An illustration of a series of mathematical and scientific measuring tools, weighing and measuring piles of books.

What your reading habits tell us about 2021

Miles of Marian Keyes. Years of Richard Osman. A multitude of, um, Kama Sutra positions. Here are the book numbers and statistics that defined the past 12 months.

“We tell ourselves stories in order to live,” Joan Didion once wisely said. So what has been the story of 2021? One way to tell it is by looking at what we have read, not just individually but collectively.

Here, we draw on data and statistics about books and what you've been reading over the past 12 months to capture something of the essence of the year. Some of it will surprise you, some of it may make you laugh, all of it offers an insight into how we have responded to another difficult and unpredictable year by taking solace between the pages (or recordings) of brilliant books.

233 years of Murder

300% more spirit of adventure

During a year in which your biggest “adventure” in a day was, most likely, walking from your kitchen table (work!) to… your couch (leisure!), readers craved getting as close to a real adventure as possible – which perhaps explains why, in 2021, there was year-on-year increase of 300% in published book titles featuring the word “adventure”. Can you really blame anyone for craving a bit of beyond-your-flat escapism?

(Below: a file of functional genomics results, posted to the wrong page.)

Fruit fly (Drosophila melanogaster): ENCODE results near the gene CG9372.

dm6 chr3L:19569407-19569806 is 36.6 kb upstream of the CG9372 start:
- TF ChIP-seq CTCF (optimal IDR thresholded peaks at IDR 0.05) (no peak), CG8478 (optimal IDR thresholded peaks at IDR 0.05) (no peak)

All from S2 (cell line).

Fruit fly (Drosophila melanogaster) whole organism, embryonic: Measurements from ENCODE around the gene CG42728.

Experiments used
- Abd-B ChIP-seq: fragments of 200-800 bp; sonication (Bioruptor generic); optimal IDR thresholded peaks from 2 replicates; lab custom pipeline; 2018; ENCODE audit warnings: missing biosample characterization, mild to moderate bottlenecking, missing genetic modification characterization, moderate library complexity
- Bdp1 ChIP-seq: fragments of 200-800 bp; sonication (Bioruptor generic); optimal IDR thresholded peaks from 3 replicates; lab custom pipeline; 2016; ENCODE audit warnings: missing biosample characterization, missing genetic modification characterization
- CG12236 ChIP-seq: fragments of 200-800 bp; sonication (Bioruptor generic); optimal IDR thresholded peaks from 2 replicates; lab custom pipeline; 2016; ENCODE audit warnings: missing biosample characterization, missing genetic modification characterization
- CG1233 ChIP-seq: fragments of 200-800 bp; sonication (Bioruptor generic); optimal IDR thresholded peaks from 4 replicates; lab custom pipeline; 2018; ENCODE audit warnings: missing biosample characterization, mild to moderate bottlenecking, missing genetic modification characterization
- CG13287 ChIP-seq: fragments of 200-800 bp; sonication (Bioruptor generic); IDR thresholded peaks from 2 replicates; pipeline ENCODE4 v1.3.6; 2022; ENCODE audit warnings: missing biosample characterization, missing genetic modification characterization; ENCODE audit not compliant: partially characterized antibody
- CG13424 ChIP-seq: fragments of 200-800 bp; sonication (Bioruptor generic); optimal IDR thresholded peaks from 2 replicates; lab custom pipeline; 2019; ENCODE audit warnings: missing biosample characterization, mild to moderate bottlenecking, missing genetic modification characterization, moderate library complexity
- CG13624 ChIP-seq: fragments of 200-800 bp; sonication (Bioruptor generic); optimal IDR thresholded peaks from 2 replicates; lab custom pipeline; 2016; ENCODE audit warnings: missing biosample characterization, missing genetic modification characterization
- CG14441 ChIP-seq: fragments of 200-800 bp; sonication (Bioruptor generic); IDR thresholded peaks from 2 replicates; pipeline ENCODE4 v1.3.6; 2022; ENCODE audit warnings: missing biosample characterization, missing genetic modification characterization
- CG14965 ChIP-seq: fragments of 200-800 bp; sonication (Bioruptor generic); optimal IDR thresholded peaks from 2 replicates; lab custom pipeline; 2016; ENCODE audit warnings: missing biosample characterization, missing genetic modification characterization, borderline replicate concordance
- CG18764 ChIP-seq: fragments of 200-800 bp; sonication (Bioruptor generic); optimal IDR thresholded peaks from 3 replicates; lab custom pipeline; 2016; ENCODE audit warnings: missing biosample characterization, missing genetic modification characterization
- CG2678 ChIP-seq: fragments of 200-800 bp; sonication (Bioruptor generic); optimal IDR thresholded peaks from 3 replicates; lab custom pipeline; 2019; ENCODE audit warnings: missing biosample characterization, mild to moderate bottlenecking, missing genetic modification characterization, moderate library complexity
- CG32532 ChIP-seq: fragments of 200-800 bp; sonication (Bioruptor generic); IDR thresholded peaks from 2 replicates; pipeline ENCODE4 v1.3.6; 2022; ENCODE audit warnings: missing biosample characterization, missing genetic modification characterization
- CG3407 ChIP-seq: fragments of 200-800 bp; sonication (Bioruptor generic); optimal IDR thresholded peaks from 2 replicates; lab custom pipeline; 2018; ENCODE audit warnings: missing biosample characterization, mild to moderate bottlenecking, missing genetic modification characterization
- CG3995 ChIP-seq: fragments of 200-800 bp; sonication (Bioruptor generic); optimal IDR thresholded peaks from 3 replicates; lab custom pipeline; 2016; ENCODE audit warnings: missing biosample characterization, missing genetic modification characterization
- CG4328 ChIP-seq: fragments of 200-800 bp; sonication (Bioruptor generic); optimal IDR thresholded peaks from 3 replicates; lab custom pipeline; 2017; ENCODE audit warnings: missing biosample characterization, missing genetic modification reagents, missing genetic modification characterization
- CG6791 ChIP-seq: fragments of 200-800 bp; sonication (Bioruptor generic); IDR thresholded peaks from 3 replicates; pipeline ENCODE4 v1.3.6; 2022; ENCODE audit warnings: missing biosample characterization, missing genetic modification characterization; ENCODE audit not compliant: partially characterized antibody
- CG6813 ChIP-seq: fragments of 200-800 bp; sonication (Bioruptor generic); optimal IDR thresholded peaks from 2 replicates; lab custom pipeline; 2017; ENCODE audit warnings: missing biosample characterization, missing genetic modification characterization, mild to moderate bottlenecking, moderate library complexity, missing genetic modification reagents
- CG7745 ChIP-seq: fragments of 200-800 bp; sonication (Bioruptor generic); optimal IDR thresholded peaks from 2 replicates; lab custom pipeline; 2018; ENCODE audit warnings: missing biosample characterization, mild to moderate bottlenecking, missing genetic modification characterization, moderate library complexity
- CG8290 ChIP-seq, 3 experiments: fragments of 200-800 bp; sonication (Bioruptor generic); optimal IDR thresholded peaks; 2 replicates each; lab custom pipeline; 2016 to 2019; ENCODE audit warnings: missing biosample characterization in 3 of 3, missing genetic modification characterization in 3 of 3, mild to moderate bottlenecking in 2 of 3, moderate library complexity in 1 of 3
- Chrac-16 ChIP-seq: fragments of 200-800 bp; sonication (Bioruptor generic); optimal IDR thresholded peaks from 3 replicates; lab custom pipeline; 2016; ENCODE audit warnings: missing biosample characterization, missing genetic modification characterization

12.8 km of growing up

6,454 entry level positions

The pandemic took away so much of our freedom that we were left with few precious things to occupy our time: reading; TV and movies; cooking; and, er, certain more primal pastimes. You know the one. Which explains why one of 2021’s surprise best-sellers was Kama Sutra: a Position a Day, 365 Days a Year, which sold an impressive 6,454 copies this year. For those doing the maths, that’s 2,355,710 positions. Nice.

67 times we tried to make time

Crime, with 80% fewer killers

At bookstores across the UK, crime, mysteries and thrillers have continued to lead the way in terms of sales. Aside from the sheer pleasure of the story, there is also an odd comfort we get from books in this genre, which take our fears and solve them, giving us a sense the world is somehow manageable.

Yet, there was a slight change in the tone of crime novels over the last two years: since 2019, there has been an 80% year-on-year decrease in the word “killer” in book titles. Perhaps, with the pandemic giving an unwelcome sense of danger to everyday life, it makes sense our taste has softened somewhat to prefer more in the burgeoning “cosy crime” genre, which is being led – to come full-circle – by Richard Osman’s hugely popular Thursday Murder Club novels.

63% more historic secrets thanks to TikTok

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Image: Rebecca Hendin for Penguin

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